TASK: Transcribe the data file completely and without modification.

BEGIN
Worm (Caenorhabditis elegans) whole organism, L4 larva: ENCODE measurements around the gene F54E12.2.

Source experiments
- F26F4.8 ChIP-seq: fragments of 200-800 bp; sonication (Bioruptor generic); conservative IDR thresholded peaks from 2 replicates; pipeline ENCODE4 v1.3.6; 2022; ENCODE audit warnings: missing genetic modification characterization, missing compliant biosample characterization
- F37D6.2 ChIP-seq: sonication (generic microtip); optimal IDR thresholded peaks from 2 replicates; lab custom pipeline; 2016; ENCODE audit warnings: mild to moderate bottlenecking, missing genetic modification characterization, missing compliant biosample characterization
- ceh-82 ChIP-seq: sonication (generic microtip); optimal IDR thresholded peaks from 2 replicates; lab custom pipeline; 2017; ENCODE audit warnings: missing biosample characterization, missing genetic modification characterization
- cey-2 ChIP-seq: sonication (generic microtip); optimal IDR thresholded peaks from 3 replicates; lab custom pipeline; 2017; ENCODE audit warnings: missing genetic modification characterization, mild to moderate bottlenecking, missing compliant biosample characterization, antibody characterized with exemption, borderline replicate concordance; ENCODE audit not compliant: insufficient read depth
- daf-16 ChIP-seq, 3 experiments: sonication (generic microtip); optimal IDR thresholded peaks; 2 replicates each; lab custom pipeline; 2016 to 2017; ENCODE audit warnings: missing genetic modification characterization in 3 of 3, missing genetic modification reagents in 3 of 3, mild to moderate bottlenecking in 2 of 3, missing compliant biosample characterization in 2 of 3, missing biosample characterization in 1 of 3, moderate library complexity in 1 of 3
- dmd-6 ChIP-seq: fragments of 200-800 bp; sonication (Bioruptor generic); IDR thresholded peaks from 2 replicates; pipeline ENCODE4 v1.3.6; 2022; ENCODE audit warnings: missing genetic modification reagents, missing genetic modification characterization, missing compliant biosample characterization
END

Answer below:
Worm (Caenorhabditis elegans) whole organism, L4 larva: ENCODE measurements around the gene F54E12.2.

Source experiments
- F26F4.8 ChIP-seq: fragments of 200-800 bp; sonication (Bioruptor generic); conservative IDR thresholded peaks from 2 replicates; pipeline ENCODE4 v1.3.6; 2022; ENCODE audit warnings: missing genetic modification characterization, missing compliant biosample characterization
- F37D6.2 ChIP-seq: sonication (generic microtip); optimal IDR thresholded peaks from 2 replicates; lab custom pipeline; 2016; ENCODE audit warnings: mild to moderate bottlenecking, missing genetic modification characterization, missing compliant biosample characterization
- ceh-82 ChIP-seq: sonication (generic microtip); optimal IDR thresholded peaks from 2 replicates; lab custom pipeline; 2017; ENCODE audit warnings: missing biosample characterization, missing genetic modification characterization
- cey-2 ChIP-seq: sonication (generic microtip); optimal IDR thresholded peaks from 3 replicates; lab custom pipeline; 2017; ENCODE audit warnings: missing genetic modification characterization, mild to moderate bottlenecking, missing compliant biosample characterization, antibody characterized with exemption, borderline replicate concordance; ENCODE audit not compliant: insufficient read depth
- daf-16 ChIP-seq, 3 experiments: sonication (generic microtip); optimal IDR thresholded peaks; 2 replicates each; lab custom pipeline; 2016 to 2017; ENCODE audit warnings: missing genetic modification characterization in 3 of 3, missing genetic modification reagents in 3 of 3, mild to moderate bottlenecking in 2 of 3, missing compliant biosample characterization in 2 of 3, missing biosample characterization in 1 of 3, moderate library complexity in 1 of 3
- dmd-6 ChIP-seq: fragments of 200-800 bp; sonication (Bioruptor generic); IDR thresholded peaks from 2 replicates; pipeline ENCODE4 v1.3.6; 2022; ENCODE audit warnings: missing genetic modification reagents, missing genetic modification characterization, missing compliant biosample characterization